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From New World Encyclopedia

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Featured Article: Aral Sea

The Aral Sea, in 2003, had shrunk to well under half of the area it had covered 50 years before
The Aral Sea a landlocked endorheic sea in Central Asia, straddles the boundary between Uzbekistan to the south and west and Kazakhstan to the north and east. The name roughly translates as "Sea of Islands," referring to more than 1,000 islands of 2.5 acres (one hectare) or more that dotted its waters. Once the fourth-largest lake on Earth, the Aral Sea shrank to less than 50 percent its original size in a matter of decades as a result of the diversion of its in-flowing rivers, the Syr Darya and the Amu Darya for irrigation purposes. By the end of the twentieth century, the once great sea had been broken into two separate lakes.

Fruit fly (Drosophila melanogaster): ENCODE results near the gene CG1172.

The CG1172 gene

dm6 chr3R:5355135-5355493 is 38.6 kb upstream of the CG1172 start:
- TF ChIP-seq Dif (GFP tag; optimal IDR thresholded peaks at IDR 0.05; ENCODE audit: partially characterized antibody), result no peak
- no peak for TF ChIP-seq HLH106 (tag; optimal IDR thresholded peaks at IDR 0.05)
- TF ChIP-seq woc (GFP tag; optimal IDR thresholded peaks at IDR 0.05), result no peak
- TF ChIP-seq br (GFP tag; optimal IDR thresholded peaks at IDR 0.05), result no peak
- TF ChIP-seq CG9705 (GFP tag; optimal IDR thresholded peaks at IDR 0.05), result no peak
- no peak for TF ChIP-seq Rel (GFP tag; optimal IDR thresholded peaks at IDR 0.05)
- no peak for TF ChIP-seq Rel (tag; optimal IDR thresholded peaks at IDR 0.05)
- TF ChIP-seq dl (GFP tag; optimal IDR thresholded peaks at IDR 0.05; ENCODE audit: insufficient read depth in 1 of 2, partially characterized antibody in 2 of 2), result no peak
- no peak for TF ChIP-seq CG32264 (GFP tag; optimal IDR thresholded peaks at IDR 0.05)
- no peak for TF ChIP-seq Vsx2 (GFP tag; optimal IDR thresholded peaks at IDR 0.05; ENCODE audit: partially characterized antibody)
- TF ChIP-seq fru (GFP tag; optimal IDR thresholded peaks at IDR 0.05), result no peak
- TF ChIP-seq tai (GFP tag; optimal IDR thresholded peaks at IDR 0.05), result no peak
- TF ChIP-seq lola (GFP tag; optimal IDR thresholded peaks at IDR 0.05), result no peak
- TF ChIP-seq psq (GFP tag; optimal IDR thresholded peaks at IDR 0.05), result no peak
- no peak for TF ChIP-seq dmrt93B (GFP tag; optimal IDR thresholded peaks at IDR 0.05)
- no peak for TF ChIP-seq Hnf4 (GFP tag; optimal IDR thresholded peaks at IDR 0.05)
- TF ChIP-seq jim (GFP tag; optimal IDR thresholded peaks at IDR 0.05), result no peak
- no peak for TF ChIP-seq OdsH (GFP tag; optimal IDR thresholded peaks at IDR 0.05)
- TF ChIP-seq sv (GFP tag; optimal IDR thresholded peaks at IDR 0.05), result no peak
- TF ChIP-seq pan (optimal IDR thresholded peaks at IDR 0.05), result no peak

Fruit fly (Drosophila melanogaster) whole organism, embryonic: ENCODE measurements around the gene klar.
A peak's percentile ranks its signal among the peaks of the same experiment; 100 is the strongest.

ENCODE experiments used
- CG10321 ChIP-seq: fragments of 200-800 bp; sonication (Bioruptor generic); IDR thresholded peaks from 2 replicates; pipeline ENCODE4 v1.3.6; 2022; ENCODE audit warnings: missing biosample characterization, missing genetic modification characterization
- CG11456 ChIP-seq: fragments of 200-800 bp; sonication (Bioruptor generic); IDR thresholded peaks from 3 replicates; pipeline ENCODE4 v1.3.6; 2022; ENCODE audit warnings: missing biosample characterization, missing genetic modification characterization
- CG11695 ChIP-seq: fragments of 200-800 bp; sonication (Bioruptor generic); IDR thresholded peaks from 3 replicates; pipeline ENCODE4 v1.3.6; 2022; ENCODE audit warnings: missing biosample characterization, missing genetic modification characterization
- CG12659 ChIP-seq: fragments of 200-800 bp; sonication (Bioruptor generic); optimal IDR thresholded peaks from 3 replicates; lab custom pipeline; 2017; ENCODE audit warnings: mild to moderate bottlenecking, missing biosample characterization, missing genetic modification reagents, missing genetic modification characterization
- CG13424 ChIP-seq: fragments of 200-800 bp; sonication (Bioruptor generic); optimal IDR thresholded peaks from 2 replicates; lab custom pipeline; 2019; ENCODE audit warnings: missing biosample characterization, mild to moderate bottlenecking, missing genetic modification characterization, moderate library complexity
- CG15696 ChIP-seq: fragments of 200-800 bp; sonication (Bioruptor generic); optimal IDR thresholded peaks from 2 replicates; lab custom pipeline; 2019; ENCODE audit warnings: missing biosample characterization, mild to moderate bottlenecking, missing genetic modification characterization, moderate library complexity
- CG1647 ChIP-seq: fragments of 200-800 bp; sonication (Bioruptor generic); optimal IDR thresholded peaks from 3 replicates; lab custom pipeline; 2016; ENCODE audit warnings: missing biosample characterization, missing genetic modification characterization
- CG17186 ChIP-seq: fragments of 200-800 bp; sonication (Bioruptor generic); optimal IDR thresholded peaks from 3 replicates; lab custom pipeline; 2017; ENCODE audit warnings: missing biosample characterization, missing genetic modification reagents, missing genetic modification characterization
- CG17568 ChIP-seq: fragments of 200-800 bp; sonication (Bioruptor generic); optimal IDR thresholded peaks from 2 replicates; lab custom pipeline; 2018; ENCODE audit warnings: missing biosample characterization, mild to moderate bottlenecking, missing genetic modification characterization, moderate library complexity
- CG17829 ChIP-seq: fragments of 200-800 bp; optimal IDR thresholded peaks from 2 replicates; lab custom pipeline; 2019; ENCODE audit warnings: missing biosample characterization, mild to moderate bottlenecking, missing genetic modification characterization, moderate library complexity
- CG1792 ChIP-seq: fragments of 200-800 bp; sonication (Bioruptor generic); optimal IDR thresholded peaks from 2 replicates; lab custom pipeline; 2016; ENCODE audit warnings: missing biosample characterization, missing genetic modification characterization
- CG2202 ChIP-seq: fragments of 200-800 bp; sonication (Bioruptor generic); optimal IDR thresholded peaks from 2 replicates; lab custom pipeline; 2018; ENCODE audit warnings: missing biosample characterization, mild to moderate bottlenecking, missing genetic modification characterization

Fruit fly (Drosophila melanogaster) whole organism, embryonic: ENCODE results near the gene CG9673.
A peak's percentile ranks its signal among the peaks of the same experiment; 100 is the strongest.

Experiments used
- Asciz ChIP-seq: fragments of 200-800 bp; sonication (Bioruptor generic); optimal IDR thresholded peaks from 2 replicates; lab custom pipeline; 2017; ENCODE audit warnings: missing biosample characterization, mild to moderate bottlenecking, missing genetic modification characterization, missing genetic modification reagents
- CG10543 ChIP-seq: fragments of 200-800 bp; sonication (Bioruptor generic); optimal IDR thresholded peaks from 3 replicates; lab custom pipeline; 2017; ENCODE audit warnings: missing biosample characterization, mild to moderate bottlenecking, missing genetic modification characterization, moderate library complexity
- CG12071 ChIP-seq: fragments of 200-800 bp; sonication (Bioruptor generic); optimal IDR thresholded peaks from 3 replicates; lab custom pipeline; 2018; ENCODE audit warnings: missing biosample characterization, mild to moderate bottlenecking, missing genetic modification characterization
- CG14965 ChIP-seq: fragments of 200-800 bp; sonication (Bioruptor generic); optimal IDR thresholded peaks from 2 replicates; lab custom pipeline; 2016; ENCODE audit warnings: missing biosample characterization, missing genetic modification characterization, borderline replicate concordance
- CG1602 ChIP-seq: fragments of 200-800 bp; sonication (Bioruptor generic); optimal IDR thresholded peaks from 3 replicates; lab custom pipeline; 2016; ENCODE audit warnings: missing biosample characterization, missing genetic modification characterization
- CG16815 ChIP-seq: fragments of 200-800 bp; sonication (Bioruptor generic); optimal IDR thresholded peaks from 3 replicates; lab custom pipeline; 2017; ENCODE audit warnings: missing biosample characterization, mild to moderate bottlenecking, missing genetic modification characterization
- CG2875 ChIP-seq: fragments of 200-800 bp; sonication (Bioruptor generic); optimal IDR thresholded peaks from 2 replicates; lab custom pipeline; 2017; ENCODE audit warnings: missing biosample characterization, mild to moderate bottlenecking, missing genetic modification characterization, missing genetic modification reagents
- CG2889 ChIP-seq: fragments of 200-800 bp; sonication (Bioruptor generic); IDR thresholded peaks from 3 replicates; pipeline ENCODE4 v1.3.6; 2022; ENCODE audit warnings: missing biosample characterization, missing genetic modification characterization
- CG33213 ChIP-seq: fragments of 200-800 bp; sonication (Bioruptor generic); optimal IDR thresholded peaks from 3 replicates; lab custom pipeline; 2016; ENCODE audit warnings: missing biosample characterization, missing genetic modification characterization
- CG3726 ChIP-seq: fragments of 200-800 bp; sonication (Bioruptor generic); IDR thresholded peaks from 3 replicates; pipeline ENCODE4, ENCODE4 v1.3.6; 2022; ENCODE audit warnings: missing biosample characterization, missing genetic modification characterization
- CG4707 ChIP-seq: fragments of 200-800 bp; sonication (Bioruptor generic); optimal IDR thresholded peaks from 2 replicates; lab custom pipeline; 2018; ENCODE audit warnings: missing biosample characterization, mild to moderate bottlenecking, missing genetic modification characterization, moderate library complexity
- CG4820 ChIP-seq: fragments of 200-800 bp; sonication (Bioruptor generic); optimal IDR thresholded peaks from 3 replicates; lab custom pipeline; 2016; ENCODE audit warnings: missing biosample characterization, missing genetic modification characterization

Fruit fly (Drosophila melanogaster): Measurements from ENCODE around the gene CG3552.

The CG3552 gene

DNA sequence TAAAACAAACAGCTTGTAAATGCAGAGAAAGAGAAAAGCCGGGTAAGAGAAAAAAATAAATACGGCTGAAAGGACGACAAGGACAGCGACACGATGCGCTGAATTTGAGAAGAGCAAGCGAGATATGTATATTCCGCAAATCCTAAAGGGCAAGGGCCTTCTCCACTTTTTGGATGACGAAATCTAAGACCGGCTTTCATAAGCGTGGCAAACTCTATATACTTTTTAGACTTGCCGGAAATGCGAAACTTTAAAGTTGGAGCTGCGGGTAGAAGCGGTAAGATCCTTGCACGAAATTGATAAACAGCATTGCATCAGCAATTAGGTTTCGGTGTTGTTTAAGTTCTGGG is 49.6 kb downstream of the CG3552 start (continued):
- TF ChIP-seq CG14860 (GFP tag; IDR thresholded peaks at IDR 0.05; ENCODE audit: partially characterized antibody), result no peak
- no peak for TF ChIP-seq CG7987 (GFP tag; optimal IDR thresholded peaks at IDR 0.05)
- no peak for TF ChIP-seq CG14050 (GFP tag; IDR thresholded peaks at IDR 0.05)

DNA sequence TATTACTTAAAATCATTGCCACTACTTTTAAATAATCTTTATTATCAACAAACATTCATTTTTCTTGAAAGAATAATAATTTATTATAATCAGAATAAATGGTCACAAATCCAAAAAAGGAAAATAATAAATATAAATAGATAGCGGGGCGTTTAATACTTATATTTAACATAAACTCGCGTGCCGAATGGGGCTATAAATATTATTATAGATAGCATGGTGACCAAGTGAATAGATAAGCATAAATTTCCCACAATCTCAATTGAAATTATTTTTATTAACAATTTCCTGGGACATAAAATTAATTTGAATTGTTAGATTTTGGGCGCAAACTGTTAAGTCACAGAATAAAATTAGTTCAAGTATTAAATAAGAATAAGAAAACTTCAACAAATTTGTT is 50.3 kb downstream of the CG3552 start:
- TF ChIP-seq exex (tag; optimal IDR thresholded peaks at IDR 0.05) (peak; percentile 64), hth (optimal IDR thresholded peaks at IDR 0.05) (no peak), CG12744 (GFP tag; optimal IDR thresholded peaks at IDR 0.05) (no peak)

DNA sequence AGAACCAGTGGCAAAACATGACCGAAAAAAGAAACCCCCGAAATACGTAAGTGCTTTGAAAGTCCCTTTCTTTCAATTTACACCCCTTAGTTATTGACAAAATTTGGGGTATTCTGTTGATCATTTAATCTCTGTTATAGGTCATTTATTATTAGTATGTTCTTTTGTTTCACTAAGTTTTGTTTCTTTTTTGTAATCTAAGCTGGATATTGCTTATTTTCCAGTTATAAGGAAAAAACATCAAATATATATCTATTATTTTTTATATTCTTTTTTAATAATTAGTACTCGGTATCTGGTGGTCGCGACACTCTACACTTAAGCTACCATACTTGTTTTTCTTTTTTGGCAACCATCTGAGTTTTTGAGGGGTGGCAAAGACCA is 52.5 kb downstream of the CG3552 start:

Popular Article: Printing press

Printing press from 1811
A printing press is a mechanical device to print many copies of text on a medium such as paper or cloth. The machine applies pressure to an inked surface resting on the medium, thereby transferring an image. Invention of the printing press has generally been credited to Johannes Gutenberg, a German goldsmith. Both woodblock printing and movable type printing technologies had been developed in ancient China and Korea a few hundred years earlier, but their presses differed from that used by Gutenberg and their impact was limited. Printing methods based on Gutenberg's printing press spread rapidly first across Europe and then the rest of the world. Books became widely available and affordable, leading to a dramatic rise in the adult literacy rate throughout Europe.